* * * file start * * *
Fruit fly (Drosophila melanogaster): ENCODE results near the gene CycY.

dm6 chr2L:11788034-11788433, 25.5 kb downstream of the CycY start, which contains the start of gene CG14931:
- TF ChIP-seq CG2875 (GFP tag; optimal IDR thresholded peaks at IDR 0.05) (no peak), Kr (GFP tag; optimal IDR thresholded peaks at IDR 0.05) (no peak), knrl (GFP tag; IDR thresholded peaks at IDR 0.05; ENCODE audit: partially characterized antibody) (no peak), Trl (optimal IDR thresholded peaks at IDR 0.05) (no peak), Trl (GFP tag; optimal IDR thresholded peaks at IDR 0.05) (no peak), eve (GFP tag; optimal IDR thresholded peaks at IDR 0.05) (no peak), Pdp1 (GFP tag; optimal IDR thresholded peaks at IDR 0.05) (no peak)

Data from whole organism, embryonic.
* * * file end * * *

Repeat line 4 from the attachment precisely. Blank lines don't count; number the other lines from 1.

Data from whole organism, embryonic.